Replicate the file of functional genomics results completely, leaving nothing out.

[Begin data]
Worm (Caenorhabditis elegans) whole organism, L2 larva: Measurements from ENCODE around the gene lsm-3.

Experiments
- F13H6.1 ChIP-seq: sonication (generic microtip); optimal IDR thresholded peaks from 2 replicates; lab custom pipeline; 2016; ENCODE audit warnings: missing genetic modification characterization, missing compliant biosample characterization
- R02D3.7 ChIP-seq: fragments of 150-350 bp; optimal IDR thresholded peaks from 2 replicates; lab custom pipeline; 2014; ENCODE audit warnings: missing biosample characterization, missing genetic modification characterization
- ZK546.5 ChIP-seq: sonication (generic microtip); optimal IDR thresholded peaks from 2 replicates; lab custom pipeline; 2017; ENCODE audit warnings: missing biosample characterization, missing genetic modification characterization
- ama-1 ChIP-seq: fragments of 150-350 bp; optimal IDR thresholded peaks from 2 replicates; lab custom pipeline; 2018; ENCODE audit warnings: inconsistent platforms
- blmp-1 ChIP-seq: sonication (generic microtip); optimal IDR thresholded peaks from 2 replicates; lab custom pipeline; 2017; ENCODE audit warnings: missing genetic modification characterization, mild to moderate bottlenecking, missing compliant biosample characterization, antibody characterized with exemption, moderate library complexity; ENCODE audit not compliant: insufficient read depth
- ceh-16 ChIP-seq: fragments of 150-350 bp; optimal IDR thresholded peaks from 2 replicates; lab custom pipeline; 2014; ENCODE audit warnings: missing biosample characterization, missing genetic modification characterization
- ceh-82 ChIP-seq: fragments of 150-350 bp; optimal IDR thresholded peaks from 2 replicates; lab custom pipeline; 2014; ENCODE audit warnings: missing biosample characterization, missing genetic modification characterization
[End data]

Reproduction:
Worm (Caenorhabditis elegans) whole organism, L2 larva: Measurements from ENCODE around the gene lsm-3.

Experiments
- F13H6.1 ChIP-seq: sonication (generic microtip); optimal IDR thresholded peaks from 2 replicates; lab custom pipeline; 2016; ENCODE audit warnings: missing genetic modification characterization, missing compliant biosample characterization
- R02D3.7 ChIP-seq: fragments of 150-350 bp; optimal IDR thresholded peaks from 2 replicates; lab custom pipeline; 2014; ENCODE audit warnings: missing biosample characterization, missing genetic modification characterization
- ZK546.5 ChIP-seq: sonication (generic microtip); optimal IDR thresholded peaks from 2 replicates; lab custom pipeline; 2017; ENCODE audit warnings: missing biosample characterization, missing genetic modification characterization
- ama-1 ChIP-seq: fragments of 150-350 bp; optimal IDR thresholded peaks from 2 replicates; lab custom pipeline; 2018; ENCODE audit warnings: inconsistent platforms
- blmp-1 ChIP-seq: sonication (generic microtip); optimal IDR thresholded peaks from 2 replicates; lab custom pipeline; 2017; ENCODE audit warnings: missing genetic modification characterization, mild to moderate bottlenecking, missing compliant biosample characterization, antibody characterized with exemption, moderate library complexity; ENCODE audit not compliant: insufficient read depth
- ceh-16 ChIP-seq: fragments of 150-350 bp; optimal IDR thresholded peaks from 2 replicates; lab custom pipeline; 2014; ENCODE audit warnings: missing biosample characterization, missing genetic modification characterization
- ceh-82 ChIP-seq: fragments of 150-350 bp; optimal IDR thresholded peaks from 2 replicates; lab custom pipeline; 2014; ENCODE audit warnings: missing biosample characterization, missing genetic modification characterization